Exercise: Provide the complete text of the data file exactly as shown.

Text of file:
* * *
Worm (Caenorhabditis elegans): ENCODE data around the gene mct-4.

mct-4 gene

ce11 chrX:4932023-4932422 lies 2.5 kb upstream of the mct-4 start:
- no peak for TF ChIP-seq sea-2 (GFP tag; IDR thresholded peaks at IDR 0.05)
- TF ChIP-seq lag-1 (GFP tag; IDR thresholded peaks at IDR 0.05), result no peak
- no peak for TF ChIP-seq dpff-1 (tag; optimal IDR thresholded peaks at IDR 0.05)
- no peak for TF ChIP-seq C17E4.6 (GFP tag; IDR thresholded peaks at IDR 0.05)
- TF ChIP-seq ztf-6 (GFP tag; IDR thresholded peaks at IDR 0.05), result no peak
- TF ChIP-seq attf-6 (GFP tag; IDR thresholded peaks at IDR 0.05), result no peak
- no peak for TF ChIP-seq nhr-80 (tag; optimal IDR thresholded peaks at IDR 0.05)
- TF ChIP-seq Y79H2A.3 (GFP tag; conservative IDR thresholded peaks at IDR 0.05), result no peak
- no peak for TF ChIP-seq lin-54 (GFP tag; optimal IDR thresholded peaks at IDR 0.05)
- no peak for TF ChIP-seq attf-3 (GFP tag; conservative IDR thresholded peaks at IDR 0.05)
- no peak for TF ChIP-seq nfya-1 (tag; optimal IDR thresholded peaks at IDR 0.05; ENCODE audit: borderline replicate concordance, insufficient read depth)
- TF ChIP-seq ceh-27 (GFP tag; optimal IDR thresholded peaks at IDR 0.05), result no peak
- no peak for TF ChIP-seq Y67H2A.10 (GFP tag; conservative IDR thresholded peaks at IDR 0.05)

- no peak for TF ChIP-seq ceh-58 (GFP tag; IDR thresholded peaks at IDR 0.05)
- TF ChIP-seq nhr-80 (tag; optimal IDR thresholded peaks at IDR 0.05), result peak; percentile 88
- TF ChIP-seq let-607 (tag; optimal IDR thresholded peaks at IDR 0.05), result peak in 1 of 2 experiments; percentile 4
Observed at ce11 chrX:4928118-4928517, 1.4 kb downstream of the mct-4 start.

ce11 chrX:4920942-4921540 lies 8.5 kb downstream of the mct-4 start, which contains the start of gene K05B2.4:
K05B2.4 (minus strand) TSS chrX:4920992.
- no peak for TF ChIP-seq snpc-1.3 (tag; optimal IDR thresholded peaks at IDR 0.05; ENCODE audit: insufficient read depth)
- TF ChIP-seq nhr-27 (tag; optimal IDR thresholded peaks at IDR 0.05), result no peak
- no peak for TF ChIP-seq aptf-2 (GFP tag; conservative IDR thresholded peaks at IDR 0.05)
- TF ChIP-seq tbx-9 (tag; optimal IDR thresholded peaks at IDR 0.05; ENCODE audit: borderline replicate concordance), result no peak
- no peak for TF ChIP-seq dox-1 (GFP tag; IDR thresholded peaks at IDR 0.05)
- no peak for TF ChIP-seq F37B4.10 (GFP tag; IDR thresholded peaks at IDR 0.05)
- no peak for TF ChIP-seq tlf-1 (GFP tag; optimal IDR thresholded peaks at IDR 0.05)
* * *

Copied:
Worm (Caenorhabditis elegans): ENCODE data around the gene mct-4.

mct-4 gene

ce11 chrX:4932023-4932422 lies 2.5 kb upstream of the mct-4 start:
- no peak for TF ChIP-seq sea-2 (GFP tag; IDR thresholded peaks at IDR 0.05)
- TF ChIP-seq lag-1 (GFP tag; IDR thresholded peaks at IDR 0.05), result no peak
- no peak for TF ChIP-seq dpff-1 (tag; optimal IDR thresholded peaks at IDR 0.05)
- no peak for TF ChIP-seq C17E4.6 (GFP tag; IDR thresholded peaks at IDR 0.05)
- TF ChIP-seq ztf-6 (GFP tag; IDR thresholded peaks at IDR 0.05), result no peak
- TF ChIP-seq attf-6 (GFP tag; IDR thresholded peaks at IDR 0.05), result no peak
- no peak for TF ChIP-seq nhr-80 (tag; optimal IDR thresholded peaks at IDR 0.05)
- TF ChIP-seq Y79H2A.3 (GFP tag; conservative IDR thresholded peaks at IDR 0.05), result no peak
- no peak for TF ChIP-seq lin-54 (GFP tag; optimal IDR thresholded peaks at IDR 0.05)
- no peak for TF ChIP-seq attf-3 (GFP tag; conservative IDR thresholded peaks at IDR 0.05)
- no peak for TF ChIP-seq nfya-1 (tag; optimal IDR thresholded peaks at IDR 0.05; ENCODE audit: borderline replicate concordance, insufficient read depth)
- TF ChIP-seq ceh-27 (GFP tag; optimal IDR thresholded peaks at IDR 0.05), result no peak
- no peak for TF ChIP-seq Y67H2A.10 (GFP tag; conservative IDR thresholded peaks at IDR 0.05)

- no peak for TF ChIP-seq ceh-58 (GFP tag; IDR thresholded peaks at IDR 0.05)
- TF ChIP-seq nhr-80 (tag; optimal IDR thresholded peaks at IDR 0.05), result peak; percentile 88
- TF ChIP-seq let-607 (tag; optimal IDR thresholded peaks at IDR 0.05), result peak in 1 of 2 experiments; percentile 4
Observed at ce11 chrX:4928118-4928517, 1.4 kb downstream of the mct-4 start.

ce11 chrX:4920942-4921540 lies 8.5 kb downstream of the mct-4 start, which contains the start of gene K05B2.4:
K05B2.4 (minus strand) TSS chrX:4920992.
- no peak for TF ChIP-seq snpc-1.3 (tag; optimal IDR thresholded peaks at IDR 0.05; ENCODE audit: insufficient read depth)
- TF ChIP-seq nhr-27 (tag; optimal IDR thresholded peaks at IDR 0.05), result no peak
- no peak for TF ChIP-seq aptf-2 (GFP tag; conservative IDR thresholded peaks at IDR 0.05)
- TF ChIP-seq tbx-9 (tag; optimal IDR thresholded peaks at IDR 0.05; ENCODE audit: borderline replicate concordance), result no peak
- no peak for TF ChIP-seq dox-1 (GFP tag; IDR thresholded peaks at IDR 0.05)
- no peak for TF ChIP-seq F37B4.10 (GFP tag; IDR thresholded peaks at IDR 0.05)
- no peak for TF ChIP-seq tlf-1 (GFP tag; optimal IDR thresholded peaks at IDR 0.05)